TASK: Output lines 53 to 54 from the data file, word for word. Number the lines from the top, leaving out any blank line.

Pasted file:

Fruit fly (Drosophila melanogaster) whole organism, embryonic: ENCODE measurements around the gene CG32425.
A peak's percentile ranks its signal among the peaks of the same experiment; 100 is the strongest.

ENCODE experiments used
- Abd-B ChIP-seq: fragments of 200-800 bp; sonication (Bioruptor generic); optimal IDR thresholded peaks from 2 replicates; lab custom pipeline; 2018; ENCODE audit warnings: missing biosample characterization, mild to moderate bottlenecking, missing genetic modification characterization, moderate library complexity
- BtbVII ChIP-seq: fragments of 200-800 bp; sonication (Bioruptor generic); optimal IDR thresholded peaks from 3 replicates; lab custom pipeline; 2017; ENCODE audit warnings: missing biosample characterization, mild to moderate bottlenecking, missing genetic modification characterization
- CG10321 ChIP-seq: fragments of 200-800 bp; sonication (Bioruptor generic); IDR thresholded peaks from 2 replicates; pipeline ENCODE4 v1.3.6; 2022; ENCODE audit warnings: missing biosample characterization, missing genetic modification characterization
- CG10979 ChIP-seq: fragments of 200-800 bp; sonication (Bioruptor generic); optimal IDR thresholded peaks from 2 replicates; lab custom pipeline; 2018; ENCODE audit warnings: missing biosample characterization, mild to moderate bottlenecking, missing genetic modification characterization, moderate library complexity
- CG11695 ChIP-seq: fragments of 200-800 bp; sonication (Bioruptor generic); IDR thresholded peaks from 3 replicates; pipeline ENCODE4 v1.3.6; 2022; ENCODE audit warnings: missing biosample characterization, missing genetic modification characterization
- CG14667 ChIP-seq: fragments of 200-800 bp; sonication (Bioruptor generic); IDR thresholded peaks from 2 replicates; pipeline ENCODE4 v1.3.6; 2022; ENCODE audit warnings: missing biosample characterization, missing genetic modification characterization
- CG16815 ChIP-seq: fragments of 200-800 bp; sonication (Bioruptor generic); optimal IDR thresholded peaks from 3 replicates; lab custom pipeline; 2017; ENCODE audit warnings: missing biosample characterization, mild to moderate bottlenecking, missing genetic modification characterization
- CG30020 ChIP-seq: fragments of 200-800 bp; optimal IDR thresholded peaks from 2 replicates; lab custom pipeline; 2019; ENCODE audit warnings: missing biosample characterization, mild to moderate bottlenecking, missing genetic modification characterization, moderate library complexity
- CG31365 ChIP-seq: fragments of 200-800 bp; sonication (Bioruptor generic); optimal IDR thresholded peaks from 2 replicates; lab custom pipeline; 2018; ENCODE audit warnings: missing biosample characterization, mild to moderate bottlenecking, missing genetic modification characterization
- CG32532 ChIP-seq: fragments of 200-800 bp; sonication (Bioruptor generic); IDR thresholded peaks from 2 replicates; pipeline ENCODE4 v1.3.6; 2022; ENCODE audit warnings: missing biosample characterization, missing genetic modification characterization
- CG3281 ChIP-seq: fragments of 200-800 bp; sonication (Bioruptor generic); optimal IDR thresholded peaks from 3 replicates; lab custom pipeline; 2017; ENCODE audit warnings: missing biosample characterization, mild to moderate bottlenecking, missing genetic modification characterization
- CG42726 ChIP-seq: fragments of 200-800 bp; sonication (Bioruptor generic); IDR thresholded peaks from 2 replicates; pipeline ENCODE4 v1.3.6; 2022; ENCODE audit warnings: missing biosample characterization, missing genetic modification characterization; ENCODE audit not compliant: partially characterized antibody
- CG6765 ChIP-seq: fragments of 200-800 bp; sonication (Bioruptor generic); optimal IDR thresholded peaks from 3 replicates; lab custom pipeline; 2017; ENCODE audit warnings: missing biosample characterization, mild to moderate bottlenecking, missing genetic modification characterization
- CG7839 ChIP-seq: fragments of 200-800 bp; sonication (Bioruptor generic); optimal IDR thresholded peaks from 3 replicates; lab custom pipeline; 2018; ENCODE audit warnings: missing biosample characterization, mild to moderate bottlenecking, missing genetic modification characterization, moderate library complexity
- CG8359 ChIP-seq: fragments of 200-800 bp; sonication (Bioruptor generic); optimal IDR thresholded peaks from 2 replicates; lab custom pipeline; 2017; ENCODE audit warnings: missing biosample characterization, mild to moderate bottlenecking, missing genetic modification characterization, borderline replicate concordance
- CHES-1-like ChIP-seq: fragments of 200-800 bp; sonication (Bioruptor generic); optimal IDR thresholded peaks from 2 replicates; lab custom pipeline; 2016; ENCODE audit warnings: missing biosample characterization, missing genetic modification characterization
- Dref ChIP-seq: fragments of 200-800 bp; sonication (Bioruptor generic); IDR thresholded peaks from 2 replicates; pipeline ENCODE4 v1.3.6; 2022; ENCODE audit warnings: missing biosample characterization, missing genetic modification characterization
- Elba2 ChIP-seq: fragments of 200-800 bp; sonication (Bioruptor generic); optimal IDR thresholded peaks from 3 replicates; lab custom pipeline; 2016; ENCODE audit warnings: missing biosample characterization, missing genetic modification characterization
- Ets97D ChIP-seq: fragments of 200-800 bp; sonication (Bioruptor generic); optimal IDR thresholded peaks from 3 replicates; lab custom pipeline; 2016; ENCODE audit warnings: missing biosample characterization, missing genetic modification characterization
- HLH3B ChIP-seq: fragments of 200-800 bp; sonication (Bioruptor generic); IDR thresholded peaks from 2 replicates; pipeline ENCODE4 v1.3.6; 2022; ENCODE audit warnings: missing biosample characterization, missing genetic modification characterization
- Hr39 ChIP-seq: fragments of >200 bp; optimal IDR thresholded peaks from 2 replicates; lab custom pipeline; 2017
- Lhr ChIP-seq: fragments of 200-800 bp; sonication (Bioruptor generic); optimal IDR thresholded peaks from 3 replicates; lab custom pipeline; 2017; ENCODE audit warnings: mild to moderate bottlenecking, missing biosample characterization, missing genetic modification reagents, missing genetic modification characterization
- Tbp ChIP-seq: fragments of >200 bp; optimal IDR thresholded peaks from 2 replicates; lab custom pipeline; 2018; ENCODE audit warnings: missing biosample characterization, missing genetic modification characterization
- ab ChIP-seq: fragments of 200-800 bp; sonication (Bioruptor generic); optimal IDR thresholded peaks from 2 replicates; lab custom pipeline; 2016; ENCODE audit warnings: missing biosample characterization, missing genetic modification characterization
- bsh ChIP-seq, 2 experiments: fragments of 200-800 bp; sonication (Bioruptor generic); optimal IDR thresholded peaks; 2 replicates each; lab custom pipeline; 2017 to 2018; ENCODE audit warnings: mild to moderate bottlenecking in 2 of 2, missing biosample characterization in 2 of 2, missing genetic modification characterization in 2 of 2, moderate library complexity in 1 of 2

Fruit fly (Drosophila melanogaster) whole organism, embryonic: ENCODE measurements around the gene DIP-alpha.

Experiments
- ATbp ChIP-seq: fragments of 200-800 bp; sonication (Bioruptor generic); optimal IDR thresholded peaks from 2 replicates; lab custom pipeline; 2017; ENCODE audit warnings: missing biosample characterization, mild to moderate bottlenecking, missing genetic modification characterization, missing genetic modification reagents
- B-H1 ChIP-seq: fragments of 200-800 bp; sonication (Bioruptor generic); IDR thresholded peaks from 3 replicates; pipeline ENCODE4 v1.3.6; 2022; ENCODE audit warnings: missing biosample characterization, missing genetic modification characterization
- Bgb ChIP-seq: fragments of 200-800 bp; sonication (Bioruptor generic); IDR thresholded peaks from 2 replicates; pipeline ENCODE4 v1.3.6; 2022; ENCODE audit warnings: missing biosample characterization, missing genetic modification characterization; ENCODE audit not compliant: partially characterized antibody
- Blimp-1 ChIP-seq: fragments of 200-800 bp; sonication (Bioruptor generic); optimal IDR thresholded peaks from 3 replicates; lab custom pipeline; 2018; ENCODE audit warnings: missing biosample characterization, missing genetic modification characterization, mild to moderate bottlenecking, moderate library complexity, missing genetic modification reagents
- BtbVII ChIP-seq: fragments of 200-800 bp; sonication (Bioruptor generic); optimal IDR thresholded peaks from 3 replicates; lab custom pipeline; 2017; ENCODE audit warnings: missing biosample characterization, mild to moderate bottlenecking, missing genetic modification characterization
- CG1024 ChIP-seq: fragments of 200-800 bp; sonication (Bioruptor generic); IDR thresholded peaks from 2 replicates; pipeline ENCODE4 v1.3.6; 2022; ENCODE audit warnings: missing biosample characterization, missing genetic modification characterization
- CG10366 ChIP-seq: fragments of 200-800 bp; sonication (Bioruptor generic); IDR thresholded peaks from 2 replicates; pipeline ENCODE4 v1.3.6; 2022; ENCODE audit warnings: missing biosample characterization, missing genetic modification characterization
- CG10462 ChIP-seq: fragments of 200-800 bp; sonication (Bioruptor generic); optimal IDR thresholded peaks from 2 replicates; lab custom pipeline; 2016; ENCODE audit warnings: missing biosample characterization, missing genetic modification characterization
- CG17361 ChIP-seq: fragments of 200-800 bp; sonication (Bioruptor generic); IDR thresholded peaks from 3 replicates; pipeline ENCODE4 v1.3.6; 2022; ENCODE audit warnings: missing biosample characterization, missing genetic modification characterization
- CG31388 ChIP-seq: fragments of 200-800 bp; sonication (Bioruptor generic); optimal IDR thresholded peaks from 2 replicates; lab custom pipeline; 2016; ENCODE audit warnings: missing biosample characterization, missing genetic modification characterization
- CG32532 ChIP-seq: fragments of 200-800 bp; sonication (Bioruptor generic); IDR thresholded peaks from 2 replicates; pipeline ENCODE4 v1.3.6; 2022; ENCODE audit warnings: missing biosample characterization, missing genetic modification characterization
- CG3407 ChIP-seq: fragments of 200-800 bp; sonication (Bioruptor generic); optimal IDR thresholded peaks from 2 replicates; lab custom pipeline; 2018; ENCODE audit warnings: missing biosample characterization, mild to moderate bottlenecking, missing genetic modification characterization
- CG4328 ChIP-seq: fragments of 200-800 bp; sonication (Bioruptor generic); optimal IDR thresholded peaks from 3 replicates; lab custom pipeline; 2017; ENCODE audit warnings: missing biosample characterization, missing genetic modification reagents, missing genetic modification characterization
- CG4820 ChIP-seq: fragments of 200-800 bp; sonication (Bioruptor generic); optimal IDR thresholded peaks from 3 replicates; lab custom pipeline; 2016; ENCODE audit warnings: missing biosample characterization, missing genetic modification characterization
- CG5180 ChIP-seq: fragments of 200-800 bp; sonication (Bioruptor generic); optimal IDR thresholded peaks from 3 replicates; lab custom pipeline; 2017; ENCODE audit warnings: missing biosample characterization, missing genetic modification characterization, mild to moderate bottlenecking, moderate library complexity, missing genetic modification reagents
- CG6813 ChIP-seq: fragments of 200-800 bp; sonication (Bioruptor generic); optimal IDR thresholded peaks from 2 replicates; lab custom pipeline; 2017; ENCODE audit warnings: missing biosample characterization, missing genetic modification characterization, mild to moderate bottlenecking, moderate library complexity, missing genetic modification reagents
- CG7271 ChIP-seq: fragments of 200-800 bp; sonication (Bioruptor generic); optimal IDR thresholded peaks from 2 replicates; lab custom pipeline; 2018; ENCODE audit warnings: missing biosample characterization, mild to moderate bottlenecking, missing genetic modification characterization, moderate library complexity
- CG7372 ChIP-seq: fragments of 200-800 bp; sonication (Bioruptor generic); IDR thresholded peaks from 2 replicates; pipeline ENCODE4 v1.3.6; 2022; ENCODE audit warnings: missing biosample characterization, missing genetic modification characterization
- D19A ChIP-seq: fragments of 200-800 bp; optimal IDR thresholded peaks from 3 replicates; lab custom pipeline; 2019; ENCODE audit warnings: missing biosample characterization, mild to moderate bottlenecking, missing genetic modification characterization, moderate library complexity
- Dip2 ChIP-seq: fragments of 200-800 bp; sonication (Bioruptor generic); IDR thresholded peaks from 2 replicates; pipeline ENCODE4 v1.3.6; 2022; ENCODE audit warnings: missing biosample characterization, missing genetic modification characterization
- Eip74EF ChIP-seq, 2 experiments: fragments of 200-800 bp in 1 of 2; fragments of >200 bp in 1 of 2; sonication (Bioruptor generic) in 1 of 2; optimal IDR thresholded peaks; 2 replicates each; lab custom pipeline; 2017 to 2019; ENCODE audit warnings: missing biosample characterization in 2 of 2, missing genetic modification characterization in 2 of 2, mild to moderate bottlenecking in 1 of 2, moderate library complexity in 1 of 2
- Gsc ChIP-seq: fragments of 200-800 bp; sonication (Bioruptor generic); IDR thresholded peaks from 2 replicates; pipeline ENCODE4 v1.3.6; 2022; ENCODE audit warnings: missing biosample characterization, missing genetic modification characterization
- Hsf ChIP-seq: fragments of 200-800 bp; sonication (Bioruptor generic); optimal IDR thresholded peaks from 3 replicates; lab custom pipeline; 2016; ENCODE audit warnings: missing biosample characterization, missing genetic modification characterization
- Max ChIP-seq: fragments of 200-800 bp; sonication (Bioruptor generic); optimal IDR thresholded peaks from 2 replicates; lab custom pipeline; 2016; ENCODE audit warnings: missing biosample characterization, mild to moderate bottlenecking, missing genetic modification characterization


- Hsf ChIP-seq: fragments of 200-800 bp; sonication (Bioruptor generic); optimal IDR thresholded peaks from 3 replicates; lab custom pipeline; 2016; ENCODE audit warnings: missing biosample characterization, missing genetic modification characterization
- Max ChIP-seq: fragments of 200-800 bp; sonication (Bioruptor generic); optimal IDR thresholded peaks from 2 replicates; lab custom pipeline; 2016; ENCODE audit warnings: missing biosample characterization, mild to moderate bottlenecking, missing genetic modification characterization